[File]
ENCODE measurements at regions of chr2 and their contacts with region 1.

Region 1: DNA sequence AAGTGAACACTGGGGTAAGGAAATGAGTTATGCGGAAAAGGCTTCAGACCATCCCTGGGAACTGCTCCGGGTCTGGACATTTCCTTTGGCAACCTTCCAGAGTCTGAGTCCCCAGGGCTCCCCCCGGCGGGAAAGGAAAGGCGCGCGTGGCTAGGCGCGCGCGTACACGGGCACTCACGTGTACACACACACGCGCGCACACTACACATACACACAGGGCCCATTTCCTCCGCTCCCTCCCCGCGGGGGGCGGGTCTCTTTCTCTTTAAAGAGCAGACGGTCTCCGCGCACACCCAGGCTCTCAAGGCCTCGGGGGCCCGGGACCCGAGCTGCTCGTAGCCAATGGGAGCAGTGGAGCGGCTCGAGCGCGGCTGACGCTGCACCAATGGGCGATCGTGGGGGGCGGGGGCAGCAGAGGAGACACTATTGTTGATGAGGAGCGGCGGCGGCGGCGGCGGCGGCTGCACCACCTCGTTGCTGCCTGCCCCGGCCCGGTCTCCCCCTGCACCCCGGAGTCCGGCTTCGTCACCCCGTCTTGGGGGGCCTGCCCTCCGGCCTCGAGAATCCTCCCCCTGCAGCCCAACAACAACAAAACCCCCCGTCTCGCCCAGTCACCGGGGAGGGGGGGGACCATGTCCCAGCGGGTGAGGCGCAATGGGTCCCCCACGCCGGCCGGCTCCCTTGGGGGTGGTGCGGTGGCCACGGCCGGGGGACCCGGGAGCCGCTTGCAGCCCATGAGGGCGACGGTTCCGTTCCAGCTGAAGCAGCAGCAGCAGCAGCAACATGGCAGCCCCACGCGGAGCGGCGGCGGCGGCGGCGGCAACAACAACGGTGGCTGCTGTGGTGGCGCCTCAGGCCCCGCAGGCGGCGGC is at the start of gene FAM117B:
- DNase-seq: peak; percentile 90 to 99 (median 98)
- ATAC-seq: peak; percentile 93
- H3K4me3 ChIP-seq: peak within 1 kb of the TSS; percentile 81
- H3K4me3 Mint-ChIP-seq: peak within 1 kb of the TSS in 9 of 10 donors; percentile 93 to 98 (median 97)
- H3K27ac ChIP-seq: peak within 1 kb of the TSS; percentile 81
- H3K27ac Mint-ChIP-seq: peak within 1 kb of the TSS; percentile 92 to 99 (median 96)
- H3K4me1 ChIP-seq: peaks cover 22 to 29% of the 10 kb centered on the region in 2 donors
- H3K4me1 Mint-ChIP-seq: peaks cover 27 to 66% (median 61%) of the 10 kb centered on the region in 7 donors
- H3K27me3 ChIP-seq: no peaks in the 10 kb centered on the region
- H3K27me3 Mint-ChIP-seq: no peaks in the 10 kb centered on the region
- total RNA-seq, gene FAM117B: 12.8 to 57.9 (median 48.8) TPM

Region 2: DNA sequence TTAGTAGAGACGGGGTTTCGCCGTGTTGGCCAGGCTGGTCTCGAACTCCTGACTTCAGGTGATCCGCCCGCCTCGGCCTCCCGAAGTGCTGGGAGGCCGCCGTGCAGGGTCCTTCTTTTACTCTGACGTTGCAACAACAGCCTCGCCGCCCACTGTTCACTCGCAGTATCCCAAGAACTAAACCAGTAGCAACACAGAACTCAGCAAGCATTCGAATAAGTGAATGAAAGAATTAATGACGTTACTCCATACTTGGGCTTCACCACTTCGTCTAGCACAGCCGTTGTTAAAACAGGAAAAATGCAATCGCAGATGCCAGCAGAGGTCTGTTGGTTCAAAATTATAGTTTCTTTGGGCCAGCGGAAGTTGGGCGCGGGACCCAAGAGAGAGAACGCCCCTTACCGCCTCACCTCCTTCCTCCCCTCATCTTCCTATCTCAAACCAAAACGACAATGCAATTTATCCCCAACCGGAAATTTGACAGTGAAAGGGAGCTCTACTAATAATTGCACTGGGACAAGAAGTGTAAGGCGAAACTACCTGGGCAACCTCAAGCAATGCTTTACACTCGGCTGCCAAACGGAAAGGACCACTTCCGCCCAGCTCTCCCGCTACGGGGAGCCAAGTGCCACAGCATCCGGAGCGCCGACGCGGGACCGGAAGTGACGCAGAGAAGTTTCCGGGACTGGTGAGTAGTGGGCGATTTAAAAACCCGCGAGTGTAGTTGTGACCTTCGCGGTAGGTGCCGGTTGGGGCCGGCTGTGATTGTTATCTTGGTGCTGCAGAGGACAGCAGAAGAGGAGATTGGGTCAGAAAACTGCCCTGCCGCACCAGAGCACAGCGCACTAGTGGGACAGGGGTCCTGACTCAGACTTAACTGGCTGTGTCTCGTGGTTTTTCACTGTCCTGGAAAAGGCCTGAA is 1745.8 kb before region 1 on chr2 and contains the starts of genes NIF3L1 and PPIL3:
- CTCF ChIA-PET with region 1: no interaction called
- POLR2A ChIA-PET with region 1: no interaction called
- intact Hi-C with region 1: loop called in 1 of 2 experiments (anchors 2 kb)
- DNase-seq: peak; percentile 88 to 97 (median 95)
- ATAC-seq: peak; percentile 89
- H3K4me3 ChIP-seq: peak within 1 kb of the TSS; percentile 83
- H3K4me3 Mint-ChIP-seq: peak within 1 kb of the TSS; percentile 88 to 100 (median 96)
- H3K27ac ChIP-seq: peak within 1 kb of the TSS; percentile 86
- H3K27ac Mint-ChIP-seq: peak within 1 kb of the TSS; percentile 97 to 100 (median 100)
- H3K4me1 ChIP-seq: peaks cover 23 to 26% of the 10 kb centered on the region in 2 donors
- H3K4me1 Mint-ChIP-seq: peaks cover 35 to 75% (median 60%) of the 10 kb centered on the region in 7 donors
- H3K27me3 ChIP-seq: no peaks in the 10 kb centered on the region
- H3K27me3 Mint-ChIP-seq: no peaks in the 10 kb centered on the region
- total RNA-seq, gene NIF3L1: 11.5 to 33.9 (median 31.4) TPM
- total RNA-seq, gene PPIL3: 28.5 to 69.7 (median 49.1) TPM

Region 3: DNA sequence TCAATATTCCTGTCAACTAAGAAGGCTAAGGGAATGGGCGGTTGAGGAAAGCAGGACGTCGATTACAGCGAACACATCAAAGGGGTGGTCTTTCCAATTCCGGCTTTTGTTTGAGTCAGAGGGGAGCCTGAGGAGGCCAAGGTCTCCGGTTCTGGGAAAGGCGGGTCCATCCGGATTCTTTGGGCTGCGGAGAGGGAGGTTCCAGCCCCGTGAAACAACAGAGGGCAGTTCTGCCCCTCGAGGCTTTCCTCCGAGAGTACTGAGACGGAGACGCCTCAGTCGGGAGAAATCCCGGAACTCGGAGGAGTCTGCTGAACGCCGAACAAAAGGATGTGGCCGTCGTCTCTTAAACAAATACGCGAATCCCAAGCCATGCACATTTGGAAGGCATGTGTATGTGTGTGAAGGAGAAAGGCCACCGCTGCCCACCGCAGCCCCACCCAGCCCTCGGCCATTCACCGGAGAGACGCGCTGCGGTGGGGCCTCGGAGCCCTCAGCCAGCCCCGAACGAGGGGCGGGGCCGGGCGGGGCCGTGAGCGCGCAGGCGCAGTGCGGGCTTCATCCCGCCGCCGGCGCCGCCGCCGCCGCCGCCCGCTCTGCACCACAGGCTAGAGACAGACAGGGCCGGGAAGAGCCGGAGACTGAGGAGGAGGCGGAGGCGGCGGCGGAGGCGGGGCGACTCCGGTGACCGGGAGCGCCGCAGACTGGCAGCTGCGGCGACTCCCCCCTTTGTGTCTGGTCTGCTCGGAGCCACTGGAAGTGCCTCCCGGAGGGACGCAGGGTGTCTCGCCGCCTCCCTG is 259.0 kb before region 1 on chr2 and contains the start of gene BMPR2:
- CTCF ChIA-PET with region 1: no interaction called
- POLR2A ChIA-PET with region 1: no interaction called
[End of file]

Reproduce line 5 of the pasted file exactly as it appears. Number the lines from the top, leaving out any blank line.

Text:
- H3K4me3 ChIP-seq: peak within 1 kb of the TSS; percentile 81